Essay by Eric Worrall
Aix Marseille University Professor Emeritus Dr Claverie explaining how ancient mammoth viruses released by melting permafrost could make us sick.
Could a frozen ancient virus thawed by climate change cause the next pandemic?
ABC RN / By Sam Nichols for Future Tense
Climate change threatens human life in many ways but one of the less obvious could be a rise in pandemics.
A warming climate could release ancient pathogens, such as bacteria and viruses, that have been frozen in permafrost in the polar regions for millennia, Jean-Michel Claverie tells ABC RN’s Future Tense.
“We know for certain that bacteria can remain dormant but alive for probably up to 500,000 years in permafrost. And so at that point, this is the very beginning of Homo sapiens. Our species was just emerging [at that time],” says the emeritus professor of medicine at France’s Aix Marseille University.
Dr Claverie and his team of researchers recently published their findings on seven ancient viruses found in Siberia’s permafrost. One was almost 50,000 years old and still infectious.
Read more: https://www.abc.net.au/news/2023-05-09/ancient-viruses-climate-change-global-pandemic-risk/102277398
The abstract of the study;
An update on eukaryotic viruses revived from ancient perma- 2
Jean-Marie Alempic 1#, Audrey Lartigue 1#, Artemiy E Goncharov 2, Guido Grosse 3,4, Jens Strauss 3, Alexey N. 4 Tikhonov 5, Alexander N. Fedorov 6, Olivier Poirot 1, Matthieu Legendre 1, Sébastien Santini 1, Chantal Abergel 1 , 5 and Jean-Michel Claverie 1,*
- 1 IGS, Information Génomique & Structurale (UMR7256), Institut de Microbiologie de la Méditerranée 7 (FR 3489), Institut Microbiologie, Bioénergies et Biotechnologie, and Institut Origines, CNRS, Aix Marseille 8 University, Marseille, 13288, France 9
- 2 Department of Molecular Microbiology, Institute of Experimental Medicine, Saint Petersburg, Russia, 10 Department of Epidemiology, Parasitology and Disinfectology, Northwestern State Medical Mechnikov 11 University, Saint Petersburg, 195067, Russia 12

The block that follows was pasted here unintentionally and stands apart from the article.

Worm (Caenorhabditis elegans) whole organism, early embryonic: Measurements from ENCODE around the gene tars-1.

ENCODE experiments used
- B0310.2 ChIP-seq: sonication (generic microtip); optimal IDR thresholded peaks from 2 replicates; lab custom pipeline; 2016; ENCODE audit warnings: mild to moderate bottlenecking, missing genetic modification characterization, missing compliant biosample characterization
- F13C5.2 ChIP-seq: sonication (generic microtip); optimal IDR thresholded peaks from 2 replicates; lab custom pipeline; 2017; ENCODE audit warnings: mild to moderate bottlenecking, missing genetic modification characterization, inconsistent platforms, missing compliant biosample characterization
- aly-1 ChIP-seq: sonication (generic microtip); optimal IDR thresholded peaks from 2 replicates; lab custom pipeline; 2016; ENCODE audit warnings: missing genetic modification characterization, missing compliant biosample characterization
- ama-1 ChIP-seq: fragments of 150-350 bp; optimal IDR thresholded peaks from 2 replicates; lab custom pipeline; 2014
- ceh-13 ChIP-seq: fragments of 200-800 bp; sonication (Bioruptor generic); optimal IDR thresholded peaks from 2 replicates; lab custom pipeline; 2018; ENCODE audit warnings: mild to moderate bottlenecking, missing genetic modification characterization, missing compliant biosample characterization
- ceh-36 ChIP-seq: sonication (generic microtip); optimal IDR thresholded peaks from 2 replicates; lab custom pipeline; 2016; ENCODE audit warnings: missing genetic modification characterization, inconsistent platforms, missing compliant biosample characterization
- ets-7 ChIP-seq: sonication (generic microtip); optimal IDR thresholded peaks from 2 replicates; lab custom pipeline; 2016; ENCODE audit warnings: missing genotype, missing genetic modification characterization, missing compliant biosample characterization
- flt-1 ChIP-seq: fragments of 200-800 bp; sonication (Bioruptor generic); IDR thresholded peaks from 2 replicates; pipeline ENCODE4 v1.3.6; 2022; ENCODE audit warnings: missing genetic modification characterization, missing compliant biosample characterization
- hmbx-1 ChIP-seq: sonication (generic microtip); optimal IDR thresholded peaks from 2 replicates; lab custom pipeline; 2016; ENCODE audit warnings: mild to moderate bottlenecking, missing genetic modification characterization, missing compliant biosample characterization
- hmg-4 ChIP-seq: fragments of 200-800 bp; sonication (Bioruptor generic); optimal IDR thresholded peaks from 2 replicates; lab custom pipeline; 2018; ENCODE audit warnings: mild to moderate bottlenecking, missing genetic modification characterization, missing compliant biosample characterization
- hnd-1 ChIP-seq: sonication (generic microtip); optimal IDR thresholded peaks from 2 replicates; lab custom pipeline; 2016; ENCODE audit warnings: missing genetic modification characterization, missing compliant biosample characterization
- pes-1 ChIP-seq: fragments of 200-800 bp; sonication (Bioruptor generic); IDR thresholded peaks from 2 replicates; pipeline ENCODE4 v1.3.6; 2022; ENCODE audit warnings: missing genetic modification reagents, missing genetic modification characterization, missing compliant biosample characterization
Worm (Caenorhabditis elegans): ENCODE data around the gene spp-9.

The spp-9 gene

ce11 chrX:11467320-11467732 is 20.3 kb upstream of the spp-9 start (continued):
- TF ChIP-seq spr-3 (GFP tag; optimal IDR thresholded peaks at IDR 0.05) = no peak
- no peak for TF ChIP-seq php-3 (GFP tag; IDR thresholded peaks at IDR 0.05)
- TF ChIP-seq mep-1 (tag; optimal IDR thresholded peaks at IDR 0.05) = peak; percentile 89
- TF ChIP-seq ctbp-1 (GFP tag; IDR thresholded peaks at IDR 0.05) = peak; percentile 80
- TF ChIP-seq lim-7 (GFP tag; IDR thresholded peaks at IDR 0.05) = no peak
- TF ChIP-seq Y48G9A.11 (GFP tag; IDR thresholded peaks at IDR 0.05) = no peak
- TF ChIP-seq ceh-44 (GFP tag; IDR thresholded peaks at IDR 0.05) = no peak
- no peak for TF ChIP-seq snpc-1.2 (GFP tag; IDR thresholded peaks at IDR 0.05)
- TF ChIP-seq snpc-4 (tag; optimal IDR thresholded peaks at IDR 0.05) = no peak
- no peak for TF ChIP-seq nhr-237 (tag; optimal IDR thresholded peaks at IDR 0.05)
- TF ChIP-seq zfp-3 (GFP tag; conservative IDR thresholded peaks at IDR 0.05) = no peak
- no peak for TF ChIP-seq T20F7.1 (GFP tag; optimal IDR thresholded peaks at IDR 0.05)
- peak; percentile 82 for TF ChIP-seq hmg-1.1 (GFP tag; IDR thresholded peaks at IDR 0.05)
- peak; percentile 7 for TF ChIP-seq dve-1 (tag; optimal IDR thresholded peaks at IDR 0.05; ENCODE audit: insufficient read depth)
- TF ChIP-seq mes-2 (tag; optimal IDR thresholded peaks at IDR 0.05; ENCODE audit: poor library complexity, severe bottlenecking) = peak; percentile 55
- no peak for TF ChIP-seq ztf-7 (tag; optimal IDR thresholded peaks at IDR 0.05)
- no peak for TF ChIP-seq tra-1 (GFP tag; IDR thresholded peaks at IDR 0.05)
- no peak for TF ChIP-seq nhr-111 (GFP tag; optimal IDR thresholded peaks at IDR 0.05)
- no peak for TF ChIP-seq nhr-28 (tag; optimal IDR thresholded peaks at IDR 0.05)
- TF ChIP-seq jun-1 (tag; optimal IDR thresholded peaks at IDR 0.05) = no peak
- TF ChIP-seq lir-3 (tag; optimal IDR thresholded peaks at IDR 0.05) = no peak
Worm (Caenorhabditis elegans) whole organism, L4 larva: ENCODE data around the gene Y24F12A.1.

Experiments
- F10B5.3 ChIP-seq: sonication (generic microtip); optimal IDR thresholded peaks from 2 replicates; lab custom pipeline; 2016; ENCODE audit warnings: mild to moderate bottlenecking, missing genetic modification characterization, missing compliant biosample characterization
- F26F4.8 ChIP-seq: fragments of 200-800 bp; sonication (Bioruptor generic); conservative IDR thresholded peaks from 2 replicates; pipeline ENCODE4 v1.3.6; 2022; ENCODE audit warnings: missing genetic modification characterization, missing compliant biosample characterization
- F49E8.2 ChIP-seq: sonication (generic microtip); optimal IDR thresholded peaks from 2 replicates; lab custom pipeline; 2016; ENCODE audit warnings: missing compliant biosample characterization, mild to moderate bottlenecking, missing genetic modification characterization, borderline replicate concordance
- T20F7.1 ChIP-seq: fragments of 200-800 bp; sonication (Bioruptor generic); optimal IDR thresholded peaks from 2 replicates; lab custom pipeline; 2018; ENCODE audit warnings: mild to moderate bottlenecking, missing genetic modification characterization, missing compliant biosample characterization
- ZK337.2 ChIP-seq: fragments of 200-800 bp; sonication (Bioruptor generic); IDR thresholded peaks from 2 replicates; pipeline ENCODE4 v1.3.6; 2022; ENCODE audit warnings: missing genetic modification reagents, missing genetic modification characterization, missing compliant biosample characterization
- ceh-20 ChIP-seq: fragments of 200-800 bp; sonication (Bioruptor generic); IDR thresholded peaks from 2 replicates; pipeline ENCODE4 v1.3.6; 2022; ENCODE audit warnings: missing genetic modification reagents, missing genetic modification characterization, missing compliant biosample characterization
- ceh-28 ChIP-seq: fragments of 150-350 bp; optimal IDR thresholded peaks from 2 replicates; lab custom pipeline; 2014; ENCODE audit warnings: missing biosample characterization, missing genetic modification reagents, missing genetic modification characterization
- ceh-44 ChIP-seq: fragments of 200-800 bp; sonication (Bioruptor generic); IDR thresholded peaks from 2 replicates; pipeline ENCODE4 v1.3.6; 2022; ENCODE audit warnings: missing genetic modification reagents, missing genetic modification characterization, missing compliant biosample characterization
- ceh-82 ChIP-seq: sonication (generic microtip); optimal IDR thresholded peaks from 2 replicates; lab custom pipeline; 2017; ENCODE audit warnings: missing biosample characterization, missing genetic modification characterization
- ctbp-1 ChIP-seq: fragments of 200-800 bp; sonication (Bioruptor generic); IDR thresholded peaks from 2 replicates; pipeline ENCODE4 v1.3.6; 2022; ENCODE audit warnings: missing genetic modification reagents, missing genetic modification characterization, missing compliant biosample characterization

- 3 Permafrost Research Section, Alfred Wegener Institute, Helmholtz Centre for Polar and Marine Research, 13 14473, Potsdam, Germany 14
- 4 Institute of Geosciences, University of Potsdam, 14478 Potsdam, Germany. 15
- 5 Laboratory of theriology, Zoological Institute of Russian Academy of Science, St. Petersburg, 199034, 16 Russia. 17
- 6 Melnikov Permafrost Institute, 677010 Yakutsk, Russia 18 19
# These authors contributed equally. 20 * Correspondence: Jean-Michel.Claverie@univ-amu.fr; Tel.: +33 413946777 21
Abstract: One quarter of the Northern hemisphere is underlain by permanently frozen ground, re- 22 ferred to as permafrost. Due to climate warming, irreversibly thawing permafrost is releasing or- 23 ganic matter frozen for up to a million years, most of which decomposes into carbon dioxide and 24 methane, further enhancing the greenhouse effect. Part of this organic matter also consists of revived 25 cellular microbes (prokaryotes, unicellular eukaryotes) as well as viruses that remained dormant 26 since prehistorical times. While the literature abounds on descriptions of the rich and diverse pro- 27 karyotic microbiomes found in permafrost, no additional report about “live” viruses have been pub- 28 lished since the two original studies describing pithovirus (in 2014) and mollivirus (in 2015). This 29 wrongly suggests that such occurrences are rare and that “zombie viruses” are not a public health 30 threat. To restore an appreciation closer to reality, we report the preliminary characterizations of 13 31 new viruses isolated from 7 different ancient Siberian permafrost samples, 1 from the Lena river 32 and 1 from Kamchatka cryosol. As expected from the host specificity imposed by our protocol, these 33 viruses belong to 5 different clades infecting Acanthamoeba spp. but not previously revived from 34 permafrost: pandoravirus, cedratvirus, megavirus, and pacmanvirus, in addition to a new pithovi- 35 rus strain.
Read more: https://www.biorxiv.org/content/biorxiv/early/2022/11/10/2022.11.10.515937.full.pdf
Given our ancestors survived 10s of thousands of years of close contact with living mammoths, and millennia of melting ice after the end of the last ice age, I think we’ve already been exposed to pretty much everything mammoths have to offer.
I suggest genetically enhanced viruses being grown in Chinese laboratories with allegedly lax biosecurity are more of a threat to global health, than the risk from a reindeer herder stubbing his toe on a dead mammoth.
via Watts Up With That?
May 9, 2023 at 12:57PM